The revival led to doodles and sketches, scribbles and watercolor cartoons.  The blog became a cartoon, Picking My Battles (it’s have a little vacation as I reorganize my schedule around school and projects) and added another (HOGA), and I began feeling like I was on a multi-line tightrope between painting and cartooning and writing.

Diving into drawing with abandon, I found my truth and something that I had only felt a few times – pure joy.  Interesting that the joy and truth are so closely linked.  Embracing my truth – feeding a need to draw and paint – saw words  re-emerge, supporting the blog’s art the way  art had once played a supporting role for the words.

Joy also let me see the silly situations that had made blogging so fun in the first place, and a few weeks ago I took a flying leap and embarked on an Alphabet book for parents.  As we talked about blogging and truth over the weekend workshop, I realized that each new post and page of my book is proof that there’s room for more than one truth in a life.

My new blog (My Sketchy Life) – with the serious painting and the silly cartoons isn’t a tight rope I walk between two sides of my creative life I need to choose between. It’s a collage of my life and, like my life, it’s a more than a little sketchy.

I went home thinking there’s nothing like a good workshop in a sunny farmhouse living room to open your eyes to the world right in front of you. Wish you’d all been here.

Leave the Cape, Pack the Pretzels

I saw the homework folder neatly tucked in the backpack and decided it was safe to zip the big pocket. The sound of merging metal teeth brought seven-year-old Thing2 flying out of his room and into the living room.

“Wait!” he shrieked. “I left something in there!”

“What is it?” I ducked, trying to avoid his flapping arms.

“It’s going to snow today!” Thing2 unzipped the big pocket an pulled out his red satin cape.

“You’re not taking that?” I scratched my head, not even remembering seeing it a few minutes earlier.

“No.” Thing2 now unfurled the cape on the couch and then extracted his army green third-hand snow pants from the same pocket.

“Of course I don’t need it now.” Realizing I still have a lot to learn about the fashion rituals of the average rainbow-wigged superhero in the country, I popped the lunchbox into the front pocket and zipped entire the pack closed again.

“Well then,” I said, “leave the cape, but pack the cannoli.”


“The pretzels,” I said, “pack the pretzels.”

“Obviously I was taking the pretzels,” he said trotting out his favorite new adult buzzword and demonstrating once again that I have am achieving true wisdom because when it come to the inner working of my youngest child’s mind, I know nothing.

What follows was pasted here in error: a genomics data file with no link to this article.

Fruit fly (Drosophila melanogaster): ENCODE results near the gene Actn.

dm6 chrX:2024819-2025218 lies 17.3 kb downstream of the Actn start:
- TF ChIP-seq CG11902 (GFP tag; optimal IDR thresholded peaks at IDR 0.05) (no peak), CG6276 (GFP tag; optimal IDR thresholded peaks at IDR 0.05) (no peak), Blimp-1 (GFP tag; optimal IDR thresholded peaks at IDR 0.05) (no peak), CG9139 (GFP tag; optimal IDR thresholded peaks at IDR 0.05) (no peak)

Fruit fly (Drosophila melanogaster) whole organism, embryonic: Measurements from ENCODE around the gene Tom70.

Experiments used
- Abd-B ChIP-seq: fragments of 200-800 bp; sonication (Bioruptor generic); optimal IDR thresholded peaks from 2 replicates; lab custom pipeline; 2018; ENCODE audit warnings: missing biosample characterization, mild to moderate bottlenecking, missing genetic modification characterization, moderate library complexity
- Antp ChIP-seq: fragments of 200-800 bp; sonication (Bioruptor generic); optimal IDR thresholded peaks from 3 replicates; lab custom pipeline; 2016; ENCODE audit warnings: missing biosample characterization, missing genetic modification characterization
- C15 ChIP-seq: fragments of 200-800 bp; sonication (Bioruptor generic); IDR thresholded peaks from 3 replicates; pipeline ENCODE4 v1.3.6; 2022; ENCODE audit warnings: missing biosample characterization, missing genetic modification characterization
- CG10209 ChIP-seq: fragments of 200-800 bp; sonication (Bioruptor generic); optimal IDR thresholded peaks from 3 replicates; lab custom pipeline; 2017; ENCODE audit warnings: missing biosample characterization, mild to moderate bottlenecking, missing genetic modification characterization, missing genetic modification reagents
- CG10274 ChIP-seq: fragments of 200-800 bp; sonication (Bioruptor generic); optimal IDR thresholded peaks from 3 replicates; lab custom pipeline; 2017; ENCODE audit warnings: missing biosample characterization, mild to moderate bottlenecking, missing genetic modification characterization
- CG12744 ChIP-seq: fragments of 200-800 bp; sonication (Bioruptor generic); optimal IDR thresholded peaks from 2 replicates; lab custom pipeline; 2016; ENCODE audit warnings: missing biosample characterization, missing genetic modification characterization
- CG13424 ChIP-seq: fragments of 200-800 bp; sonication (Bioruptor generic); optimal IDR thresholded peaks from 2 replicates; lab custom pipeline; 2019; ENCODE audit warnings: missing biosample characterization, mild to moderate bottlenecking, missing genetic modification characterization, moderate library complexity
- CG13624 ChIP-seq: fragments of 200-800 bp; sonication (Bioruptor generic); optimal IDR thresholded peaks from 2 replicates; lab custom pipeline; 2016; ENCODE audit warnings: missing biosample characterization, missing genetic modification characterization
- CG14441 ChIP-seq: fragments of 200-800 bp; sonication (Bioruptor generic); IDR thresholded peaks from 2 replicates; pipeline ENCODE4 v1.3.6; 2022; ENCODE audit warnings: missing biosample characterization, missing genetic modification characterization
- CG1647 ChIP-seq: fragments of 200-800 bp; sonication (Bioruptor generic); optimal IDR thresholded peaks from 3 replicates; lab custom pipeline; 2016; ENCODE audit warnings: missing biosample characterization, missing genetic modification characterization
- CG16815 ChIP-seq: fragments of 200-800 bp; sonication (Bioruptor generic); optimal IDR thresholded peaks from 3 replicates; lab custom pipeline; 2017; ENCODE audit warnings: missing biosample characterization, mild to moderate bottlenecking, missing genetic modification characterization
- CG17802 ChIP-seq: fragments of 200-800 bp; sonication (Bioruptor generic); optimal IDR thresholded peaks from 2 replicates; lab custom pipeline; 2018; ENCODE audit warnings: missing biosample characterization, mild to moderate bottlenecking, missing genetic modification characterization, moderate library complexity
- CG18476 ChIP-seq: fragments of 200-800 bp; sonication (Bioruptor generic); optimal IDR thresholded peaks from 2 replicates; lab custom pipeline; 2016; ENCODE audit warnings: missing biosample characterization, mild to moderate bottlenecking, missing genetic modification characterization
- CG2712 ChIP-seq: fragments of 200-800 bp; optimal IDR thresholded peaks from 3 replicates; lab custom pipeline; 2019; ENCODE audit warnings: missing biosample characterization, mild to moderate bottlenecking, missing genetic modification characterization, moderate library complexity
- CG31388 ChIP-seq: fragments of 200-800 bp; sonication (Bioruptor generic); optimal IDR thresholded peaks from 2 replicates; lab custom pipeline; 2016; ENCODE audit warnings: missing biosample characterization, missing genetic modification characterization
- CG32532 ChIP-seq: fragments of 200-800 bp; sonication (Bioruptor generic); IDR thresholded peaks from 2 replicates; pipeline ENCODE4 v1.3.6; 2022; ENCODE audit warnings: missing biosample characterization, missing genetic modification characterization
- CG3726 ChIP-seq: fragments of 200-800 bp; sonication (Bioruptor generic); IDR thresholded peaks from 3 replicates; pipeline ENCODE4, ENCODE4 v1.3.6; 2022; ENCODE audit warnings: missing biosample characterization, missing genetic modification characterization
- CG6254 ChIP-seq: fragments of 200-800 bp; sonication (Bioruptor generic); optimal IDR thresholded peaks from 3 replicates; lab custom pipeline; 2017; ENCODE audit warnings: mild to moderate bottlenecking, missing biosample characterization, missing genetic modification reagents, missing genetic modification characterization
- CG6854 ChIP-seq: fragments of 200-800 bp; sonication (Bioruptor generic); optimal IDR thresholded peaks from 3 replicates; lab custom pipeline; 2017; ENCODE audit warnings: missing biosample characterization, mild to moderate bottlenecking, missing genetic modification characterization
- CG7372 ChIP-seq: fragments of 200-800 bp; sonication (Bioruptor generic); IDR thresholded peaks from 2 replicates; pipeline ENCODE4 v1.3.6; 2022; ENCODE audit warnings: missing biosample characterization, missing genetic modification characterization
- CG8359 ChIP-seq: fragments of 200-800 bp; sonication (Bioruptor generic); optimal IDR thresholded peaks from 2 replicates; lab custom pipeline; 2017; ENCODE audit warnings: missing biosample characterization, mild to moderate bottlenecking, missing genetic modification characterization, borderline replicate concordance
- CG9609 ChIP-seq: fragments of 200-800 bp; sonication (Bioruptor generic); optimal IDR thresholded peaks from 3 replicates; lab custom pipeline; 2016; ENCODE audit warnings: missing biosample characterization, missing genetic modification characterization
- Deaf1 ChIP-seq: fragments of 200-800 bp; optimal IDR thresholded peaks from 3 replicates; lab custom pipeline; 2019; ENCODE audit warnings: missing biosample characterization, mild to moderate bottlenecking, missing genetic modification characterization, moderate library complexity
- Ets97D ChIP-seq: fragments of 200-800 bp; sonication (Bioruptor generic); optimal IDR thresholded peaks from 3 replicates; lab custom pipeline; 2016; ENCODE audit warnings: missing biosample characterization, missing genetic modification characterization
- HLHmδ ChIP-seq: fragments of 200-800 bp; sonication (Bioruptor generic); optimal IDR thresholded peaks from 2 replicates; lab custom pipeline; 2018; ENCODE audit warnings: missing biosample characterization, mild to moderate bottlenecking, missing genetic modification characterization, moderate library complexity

Snowshoes and Sociability

Snow Shoe Blog

A few mornings ago my running path was buried under 18″ of new powder, so I broke out the snowshoes I keep in my trunk during winter. I headed to the park, equipped – as usual – with my ID (in case there’s a rash of muggings in rural Vermont) and my phone.

Running days I use the phone for music and tracking time and distance. Today, however, I’d left my earbuds at home, taking the phone with the sole intention of taking pictures, should the mood hit me.

And it did hit me.

As I trudged from the car across the snowy golf course, the sound of traffic diminshed, and only the roar of the nearby Battenkill serenaded my walk. My legs were soon on fire, but the exhaution became like a drug. I giggled and pushed on, and before I knew it, I’d stomped the word “peace” in the snow in letters big enough to be seen from a plane.

It was the most creative thing I’d done in a week. It was also, with the exception of the daily “don’t-forget-your-lunch” and “how-was your-day-honey” utterances, the only personal encounter I’d had with another human being – however brief it would be when that theoretical plane passed over – all week. I interact with dozens of customers and my corworkers all day in our company’s online chat rooms. I may ‘like’ a status or two on Facebook, but even when I run at a community park, my primary interaction with humanity is through the intermediary of my phone or some other digital device.

The other morning, completely alone in the park, surrounded by snowy mountains and disconnected from digitas, stomping out my piece wasn’t about politics. It was the peace of reconnecting with something real.